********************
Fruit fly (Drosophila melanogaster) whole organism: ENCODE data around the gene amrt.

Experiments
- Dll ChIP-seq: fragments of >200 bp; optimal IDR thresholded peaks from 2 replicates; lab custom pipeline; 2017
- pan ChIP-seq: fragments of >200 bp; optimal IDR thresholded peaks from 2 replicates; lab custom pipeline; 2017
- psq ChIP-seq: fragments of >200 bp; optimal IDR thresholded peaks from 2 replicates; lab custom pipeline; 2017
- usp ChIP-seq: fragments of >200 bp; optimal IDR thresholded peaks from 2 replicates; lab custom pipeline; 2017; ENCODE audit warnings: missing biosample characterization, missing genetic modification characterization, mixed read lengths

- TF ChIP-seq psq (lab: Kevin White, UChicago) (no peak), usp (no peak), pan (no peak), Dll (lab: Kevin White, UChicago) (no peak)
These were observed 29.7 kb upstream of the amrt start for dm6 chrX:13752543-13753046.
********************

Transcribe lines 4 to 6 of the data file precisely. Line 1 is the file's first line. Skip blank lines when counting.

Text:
- pan ChIP-seq: fragments of >200 bp; optimal IDR thresholded peaks from 2 replicates; lab custom pipeline; 2017
- psq ChIP-seq: fragments of >200 bp; optimal IDR thresholded peaks from 2 replicates; lab custom pipeline; 2017
- usp ChIP-seq: fragments of >200 bp; optimal IDR thresholded peaks from 2 replicates; lab custom pipeline; 2017; ENCODE audit warnings: missing biosample characterization, missing genetic modification characterization, mixed read lengths